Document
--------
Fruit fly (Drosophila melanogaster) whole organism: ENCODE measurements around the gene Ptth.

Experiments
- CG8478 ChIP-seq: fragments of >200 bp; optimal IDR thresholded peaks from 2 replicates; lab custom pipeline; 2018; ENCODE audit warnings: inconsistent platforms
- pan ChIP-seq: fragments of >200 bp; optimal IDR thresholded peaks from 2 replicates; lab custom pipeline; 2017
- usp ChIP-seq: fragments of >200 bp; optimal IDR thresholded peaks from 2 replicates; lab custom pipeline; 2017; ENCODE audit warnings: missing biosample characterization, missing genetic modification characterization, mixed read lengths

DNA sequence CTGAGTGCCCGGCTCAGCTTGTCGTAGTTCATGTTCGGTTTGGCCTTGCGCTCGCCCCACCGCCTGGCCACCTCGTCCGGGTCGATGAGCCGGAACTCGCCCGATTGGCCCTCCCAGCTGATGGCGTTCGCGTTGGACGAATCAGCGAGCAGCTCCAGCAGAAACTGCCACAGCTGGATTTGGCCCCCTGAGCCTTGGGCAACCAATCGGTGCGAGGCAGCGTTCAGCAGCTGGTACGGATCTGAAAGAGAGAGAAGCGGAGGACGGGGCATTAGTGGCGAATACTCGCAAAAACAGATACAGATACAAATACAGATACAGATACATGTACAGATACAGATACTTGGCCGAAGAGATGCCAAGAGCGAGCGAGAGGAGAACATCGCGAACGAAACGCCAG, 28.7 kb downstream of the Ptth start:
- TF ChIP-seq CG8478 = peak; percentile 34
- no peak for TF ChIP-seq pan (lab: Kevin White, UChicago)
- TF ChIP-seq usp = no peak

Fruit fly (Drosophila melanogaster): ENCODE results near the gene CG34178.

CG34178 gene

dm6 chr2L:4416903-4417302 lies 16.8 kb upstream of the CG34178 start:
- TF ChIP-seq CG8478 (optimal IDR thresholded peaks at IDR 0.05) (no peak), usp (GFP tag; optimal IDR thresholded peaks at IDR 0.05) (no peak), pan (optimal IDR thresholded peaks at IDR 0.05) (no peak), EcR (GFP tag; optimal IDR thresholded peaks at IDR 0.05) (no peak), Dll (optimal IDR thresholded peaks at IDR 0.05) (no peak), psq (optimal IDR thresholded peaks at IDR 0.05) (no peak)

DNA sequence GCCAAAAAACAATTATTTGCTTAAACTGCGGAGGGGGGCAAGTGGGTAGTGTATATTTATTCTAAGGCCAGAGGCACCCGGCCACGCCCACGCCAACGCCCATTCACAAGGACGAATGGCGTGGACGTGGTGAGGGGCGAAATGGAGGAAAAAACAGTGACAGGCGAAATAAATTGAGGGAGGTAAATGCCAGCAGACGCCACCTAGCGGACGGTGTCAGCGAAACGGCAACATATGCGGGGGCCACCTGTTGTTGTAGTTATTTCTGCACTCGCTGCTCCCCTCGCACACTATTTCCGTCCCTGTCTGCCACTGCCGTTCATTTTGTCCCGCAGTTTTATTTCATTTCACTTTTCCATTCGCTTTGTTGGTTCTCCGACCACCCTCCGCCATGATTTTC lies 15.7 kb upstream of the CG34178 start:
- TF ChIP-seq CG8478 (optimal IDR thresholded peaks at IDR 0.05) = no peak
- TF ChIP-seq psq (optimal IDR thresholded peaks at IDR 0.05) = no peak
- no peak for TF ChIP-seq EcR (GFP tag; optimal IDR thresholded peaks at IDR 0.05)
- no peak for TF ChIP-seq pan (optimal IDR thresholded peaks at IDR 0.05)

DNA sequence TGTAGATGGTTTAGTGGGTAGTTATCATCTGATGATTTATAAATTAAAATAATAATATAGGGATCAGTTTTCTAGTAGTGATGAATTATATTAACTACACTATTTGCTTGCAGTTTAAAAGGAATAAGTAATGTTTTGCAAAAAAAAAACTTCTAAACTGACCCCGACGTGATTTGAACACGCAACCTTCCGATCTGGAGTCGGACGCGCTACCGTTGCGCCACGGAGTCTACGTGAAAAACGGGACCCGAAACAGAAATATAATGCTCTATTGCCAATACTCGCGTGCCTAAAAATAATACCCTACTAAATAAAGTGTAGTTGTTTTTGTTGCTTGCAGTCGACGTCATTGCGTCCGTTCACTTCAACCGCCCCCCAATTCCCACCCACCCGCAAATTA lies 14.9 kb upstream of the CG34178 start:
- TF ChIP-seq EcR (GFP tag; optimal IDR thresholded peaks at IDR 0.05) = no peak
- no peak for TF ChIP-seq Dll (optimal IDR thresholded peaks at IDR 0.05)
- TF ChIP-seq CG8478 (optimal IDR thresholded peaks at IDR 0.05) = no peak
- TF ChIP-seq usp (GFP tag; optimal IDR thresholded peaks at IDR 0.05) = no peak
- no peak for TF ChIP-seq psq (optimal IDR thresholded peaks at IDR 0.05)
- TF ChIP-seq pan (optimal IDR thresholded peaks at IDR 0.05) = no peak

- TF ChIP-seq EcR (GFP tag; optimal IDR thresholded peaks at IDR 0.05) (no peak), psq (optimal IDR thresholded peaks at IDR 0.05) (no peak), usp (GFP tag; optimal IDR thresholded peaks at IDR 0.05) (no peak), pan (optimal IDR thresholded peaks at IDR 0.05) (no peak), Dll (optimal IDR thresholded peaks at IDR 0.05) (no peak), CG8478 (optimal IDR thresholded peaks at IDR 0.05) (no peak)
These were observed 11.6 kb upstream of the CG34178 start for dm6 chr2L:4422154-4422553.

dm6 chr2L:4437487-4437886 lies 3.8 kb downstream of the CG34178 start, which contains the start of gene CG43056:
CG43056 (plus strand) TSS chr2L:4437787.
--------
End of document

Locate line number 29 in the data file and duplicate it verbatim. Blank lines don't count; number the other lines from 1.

CG43056 (plus strand) TSS chr2L:4437787.